Soderling d. Stepanek, 6/3 7/5
Whichever media genius came up with the idea of accosting players as they’re heading out on to court has a lot to answer for. The intention, apparently, is to help the viewers identify better with the players. In order for this to happen, the broadcasters have striven mightily to create a situation in which nothing of interest will ever be said, except by accident, and even then only by the woefully under-qualified interviewer. Observe today’s probing effort, as Robin Soderling was about to go out on court for his semifinal with Radek Stepanek: “Now, you’ve been serving extremely well, and haven’t been broken so far this week. Do you plan on using that tactically in your match today?” It’s the kind of fatuity that drinking games are constructed around. The gales of laughter that erupted in our lounge room unfortunately drowned out Soderling’s patiently distracted reply. It is a testament to his softly-spoken professionalism that he didn’t collapse into a mirthful heap himself.
Elite sportspeople are mostly inured to stupidity. The fluff piece aired by Channel 7 directly before the match demonstrated why it’s important that they are. After a cringe-inducing intro – “I haven’t picked up a tennis racquet since high school! Who better to give me some lessons than world No.5 Robin Soderling and his coach?!” – we were treated to the world No.5 feeding balls (left-handed) to the vivacious reporter, while his coach Claudio Pistolesi quoted da Vinci at her.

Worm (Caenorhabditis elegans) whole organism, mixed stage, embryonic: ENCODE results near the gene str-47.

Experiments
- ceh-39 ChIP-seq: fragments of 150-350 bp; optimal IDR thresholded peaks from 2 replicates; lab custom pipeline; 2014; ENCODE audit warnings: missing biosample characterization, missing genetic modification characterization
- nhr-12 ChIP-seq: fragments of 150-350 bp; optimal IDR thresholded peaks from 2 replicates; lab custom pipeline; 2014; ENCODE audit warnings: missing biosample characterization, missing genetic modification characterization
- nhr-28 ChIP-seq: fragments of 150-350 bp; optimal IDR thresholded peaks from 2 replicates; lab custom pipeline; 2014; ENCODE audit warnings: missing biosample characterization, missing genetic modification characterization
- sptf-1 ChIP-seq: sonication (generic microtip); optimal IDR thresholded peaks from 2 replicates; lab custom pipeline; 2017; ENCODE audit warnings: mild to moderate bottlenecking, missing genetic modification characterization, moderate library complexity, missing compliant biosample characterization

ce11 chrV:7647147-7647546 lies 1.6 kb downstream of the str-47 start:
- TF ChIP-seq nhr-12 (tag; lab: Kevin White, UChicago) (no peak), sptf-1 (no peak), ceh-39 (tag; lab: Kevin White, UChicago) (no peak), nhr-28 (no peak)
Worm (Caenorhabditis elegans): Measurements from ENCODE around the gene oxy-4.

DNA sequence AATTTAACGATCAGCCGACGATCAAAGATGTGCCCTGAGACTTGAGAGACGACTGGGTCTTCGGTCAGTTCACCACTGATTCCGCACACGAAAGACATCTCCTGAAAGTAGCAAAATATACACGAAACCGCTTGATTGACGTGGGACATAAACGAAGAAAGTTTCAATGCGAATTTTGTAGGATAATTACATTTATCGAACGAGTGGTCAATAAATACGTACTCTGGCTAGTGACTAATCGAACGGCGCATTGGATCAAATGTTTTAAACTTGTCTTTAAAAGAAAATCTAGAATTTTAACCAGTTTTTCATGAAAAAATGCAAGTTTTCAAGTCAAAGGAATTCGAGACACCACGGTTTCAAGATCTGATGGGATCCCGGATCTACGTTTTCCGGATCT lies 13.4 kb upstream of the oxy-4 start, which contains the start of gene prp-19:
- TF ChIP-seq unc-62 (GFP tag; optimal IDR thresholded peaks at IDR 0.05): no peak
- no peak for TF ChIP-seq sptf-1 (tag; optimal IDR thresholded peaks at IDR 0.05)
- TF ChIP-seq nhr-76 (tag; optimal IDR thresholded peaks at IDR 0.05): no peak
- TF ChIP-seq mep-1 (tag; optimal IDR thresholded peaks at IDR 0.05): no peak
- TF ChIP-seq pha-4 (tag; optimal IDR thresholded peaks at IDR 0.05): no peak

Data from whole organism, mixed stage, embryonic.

Once the semifinal commenced, it wasn’t long before the probing question was answered. Soderling seemed to be tactically deploying that serve of his with startling regularity, about every second game in fact. He essayed various approaches with it, but personally I thought the serves that went in were the best. He clearly thought so, too, and mostly stuck with that. Then Geoff Masters – commentating with John Fitzgerald – went and blew my mind by offering an insightful analysis of Soderling’s serve. Focusing on the Swede’s unusual grip, he demonstrated how it limits the Swede’s capacity to deliver effective sliding serves. His slider doesn’t slide. Graphics proved useful – another first for tennis coverage – proving that Soderling’s deliveries to the right-hander’s forehand lack both curve and placement, and that what effectiveness they boast is due to raw power.
As it happened, raw power was enough to get by Radek Stepanek in a match that only came alive in its final minutes, when the Czech finally broke back as Soderling served for it. He successfully whipped the Queensland crowd into some kind of frenzy – no mean feat in itself – although the effect was rather undone when he was immediately broken again. Having learned from his mistake, Soderling returned to serving tactically (i.e. hard and in), and held to love.
Soderling meets defending champion Andy Roddick in tomorrow’s final. If he wins he’ll move up to No.4. This would relegate Andy Murray to No.5, a brutal quarterfinal prospect for someone in Melbourne.